A Letter Home

William G. Caffey, a Mobilian stationed in Hawaii with the Army, wrote the following letter home a little more than a month after the attack on Pearl Harbor. Caffey would later return to Mobile in 1947 to work as a lawyer, circuit judge, assistant U.S. attorney and eventually an Alabama state senator. Caffey passed away in 2000 at the age of 81.

(Scroll down to see original letter)

11 January 1942
Fort Kamehameha, T.H.

Dear Folks,

- Sponsors -

Just a few words to let you know that I am still OK, and that finally we are getting a little mail now. A boat came in yesterday with a load of mail, and they have been unloading all night and all day today. They still have a long way to go, but at least we have gotten two deliveries today and more promised for tomorrow and the next day….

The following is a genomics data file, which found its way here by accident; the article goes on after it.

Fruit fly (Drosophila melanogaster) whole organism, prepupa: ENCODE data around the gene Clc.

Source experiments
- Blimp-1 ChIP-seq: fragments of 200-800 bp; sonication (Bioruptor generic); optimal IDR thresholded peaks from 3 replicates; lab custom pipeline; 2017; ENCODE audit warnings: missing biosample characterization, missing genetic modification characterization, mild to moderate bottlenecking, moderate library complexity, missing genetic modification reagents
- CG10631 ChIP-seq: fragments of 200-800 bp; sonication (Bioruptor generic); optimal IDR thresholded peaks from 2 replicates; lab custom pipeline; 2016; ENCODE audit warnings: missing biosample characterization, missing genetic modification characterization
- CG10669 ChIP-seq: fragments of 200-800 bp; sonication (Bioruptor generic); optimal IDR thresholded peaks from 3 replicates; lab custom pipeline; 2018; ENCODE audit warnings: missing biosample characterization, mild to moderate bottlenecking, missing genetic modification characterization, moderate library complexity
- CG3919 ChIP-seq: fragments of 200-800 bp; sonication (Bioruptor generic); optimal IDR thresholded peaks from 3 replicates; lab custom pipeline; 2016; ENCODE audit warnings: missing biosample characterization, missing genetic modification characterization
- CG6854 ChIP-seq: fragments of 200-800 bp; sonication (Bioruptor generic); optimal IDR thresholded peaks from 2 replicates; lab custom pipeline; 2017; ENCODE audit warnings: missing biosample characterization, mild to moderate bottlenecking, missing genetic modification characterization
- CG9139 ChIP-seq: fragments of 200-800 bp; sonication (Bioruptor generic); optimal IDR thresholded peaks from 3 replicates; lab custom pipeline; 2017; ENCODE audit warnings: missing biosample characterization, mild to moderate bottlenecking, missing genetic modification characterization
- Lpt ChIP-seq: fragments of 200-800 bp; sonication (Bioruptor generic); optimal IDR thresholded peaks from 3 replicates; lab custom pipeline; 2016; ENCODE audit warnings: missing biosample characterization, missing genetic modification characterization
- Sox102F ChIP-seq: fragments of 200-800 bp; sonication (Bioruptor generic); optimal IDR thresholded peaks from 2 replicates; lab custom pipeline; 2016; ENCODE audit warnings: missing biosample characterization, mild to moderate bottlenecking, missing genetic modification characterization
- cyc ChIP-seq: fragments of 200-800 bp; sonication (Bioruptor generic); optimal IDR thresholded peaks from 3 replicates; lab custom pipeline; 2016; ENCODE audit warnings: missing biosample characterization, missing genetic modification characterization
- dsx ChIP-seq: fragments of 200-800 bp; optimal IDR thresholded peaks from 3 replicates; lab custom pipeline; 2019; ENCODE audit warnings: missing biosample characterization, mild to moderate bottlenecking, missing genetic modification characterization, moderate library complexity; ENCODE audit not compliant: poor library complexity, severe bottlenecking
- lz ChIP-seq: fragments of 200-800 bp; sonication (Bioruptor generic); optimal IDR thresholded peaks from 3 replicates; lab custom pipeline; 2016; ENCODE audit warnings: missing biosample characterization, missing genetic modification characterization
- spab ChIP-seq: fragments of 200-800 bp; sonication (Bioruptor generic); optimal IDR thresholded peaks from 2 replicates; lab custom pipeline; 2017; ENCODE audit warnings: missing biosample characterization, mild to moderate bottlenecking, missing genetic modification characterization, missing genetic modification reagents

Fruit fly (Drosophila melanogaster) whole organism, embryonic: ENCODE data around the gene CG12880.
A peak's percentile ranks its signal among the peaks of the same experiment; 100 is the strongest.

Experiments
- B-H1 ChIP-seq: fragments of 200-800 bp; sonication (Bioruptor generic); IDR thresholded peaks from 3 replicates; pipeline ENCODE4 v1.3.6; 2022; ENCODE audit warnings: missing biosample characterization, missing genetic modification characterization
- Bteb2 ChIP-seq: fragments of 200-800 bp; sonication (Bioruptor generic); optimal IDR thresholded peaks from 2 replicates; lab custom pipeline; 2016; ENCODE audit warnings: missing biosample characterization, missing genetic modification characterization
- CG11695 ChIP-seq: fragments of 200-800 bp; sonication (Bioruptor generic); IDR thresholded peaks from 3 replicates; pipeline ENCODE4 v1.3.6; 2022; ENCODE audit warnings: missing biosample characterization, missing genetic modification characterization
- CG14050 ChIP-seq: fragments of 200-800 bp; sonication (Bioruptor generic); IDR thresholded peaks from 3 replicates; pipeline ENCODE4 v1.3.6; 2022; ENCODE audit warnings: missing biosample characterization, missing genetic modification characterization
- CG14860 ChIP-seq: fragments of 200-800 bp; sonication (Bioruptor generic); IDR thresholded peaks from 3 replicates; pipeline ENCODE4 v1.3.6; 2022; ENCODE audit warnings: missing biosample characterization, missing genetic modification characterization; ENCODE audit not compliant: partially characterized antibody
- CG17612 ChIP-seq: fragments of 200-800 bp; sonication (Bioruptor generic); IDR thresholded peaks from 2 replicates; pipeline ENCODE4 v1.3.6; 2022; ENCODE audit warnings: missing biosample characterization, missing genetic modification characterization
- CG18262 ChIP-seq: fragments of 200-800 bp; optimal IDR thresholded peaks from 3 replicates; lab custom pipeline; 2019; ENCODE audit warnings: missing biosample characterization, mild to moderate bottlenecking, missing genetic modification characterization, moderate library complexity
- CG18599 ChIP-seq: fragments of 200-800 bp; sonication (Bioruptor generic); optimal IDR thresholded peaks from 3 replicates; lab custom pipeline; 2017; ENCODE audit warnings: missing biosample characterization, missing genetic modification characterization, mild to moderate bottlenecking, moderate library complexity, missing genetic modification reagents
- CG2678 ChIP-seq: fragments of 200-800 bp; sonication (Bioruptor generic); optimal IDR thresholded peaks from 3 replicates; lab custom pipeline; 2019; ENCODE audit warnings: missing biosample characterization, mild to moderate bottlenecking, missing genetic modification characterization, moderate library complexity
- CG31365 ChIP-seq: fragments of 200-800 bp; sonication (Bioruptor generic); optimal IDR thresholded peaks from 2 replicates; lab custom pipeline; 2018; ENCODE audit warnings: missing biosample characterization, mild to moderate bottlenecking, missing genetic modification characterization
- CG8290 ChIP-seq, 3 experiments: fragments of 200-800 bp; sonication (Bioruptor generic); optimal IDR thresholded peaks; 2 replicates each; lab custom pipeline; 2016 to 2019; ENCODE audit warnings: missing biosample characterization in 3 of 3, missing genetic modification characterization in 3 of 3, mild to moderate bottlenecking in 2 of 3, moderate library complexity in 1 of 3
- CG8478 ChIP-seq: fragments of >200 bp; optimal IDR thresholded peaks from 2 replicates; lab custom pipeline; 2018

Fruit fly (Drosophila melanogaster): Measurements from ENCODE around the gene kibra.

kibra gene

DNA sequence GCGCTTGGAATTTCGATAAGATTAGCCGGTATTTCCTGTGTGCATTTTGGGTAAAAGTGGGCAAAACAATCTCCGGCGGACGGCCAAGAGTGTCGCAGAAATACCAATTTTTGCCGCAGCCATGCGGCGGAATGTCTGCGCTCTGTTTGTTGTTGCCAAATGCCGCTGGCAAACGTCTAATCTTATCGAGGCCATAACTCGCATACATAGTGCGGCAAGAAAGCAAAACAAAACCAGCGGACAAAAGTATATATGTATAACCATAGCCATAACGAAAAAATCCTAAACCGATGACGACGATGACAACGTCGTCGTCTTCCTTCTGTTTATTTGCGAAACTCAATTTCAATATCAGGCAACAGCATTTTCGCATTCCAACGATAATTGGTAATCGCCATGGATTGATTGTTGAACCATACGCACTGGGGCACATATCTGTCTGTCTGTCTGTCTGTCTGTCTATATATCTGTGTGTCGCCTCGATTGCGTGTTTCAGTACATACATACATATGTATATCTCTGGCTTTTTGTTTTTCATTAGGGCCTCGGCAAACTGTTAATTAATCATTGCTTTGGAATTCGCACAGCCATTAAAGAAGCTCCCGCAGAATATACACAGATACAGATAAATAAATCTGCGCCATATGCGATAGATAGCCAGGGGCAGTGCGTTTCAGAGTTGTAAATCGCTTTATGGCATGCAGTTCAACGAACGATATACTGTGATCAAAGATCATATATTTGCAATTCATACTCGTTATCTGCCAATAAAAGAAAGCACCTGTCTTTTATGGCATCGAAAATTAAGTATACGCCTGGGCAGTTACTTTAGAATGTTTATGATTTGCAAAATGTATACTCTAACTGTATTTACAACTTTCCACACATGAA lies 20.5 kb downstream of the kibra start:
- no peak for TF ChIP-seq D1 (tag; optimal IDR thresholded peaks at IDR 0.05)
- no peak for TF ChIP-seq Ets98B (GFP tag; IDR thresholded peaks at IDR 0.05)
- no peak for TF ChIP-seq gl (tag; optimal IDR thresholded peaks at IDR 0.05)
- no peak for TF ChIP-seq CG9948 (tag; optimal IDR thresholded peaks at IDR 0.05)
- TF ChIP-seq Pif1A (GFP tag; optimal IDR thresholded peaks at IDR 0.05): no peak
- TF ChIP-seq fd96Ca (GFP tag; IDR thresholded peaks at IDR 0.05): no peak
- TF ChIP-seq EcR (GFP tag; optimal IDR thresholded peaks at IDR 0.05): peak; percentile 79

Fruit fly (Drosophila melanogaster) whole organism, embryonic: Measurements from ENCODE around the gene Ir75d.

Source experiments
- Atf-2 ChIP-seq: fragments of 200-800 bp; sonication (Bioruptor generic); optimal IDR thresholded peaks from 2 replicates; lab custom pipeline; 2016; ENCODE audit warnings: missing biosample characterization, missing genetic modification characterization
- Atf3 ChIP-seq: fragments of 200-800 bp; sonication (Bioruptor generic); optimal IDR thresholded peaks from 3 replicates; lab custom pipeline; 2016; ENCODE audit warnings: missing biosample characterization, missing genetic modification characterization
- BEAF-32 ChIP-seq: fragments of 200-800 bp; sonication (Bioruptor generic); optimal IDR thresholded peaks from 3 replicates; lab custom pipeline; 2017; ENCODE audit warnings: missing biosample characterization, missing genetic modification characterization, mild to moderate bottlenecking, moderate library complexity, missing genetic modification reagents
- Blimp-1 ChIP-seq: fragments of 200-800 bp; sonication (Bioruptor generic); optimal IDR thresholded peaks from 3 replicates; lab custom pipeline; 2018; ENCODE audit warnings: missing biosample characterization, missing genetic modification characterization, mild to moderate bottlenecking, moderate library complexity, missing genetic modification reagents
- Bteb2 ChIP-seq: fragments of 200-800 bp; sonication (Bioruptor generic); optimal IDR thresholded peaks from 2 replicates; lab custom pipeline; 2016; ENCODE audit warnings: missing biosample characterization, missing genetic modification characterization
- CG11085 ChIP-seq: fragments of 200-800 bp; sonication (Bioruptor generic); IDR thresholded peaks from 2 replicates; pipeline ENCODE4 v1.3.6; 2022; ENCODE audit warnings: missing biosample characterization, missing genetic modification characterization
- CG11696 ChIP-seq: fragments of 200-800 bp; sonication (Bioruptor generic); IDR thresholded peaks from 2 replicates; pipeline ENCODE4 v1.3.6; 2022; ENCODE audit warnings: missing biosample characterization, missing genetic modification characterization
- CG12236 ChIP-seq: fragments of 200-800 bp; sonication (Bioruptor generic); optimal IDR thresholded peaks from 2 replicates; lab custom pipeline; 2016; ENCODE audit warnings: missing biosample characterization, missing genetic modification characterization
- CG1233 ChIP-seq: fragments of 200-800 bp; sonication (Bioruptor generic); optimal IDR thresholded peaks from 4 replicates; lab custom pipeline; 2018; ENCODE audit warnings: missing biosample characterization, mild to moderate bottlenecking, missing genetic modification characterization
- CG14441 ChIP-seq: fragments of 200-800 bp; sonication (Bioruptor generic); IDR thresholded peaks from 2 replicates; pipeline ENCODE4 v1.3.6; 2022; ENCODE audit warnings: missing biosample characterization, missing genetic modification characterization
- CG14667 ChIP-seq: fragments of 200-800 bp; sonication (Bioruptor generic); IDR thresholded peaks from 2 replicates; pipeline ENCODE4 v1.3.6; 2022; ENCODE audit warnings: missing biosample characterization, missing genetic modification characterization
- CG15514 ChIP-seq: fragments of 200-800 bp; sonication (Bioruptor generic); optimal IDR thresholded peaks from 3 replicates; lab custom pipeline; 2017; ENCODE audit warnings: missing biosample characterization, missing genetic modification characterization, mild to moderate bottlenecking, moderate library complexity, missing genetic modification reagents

I received Dad's letter with the clippings of the UMS-Murphy game and the inclosure (sic) of Cousin Nancy's letter. While I think she stretch the point a little bit, I enjoyed reading it and was very glad that you sent it along…… The contribution of the clipping in regard to the cow was also greatly enjoyed and has caused quite a bit of comment among the boys…. What they don't put in the papers now-a-days! I also received a card and note from Mary Helen and Emmett, one letter from each of the Plancks, a nice Xmas card from Miss Agnes Belle, and also one from the Armbrechts. All were appreciated and in due time will receive an answer; but in the meantime, you might mention that I have received them, as it has been some time, and I imagine they have decided that I am a pretty unappreciative person……

I am very anxious to hear how the hunt came out, and may get a letter within the next day or so telling me all about it…… I also hope that the packages are here on the “rock, ” and I will get them eventually…. I can hardly wait to set tooth in that fruit cake!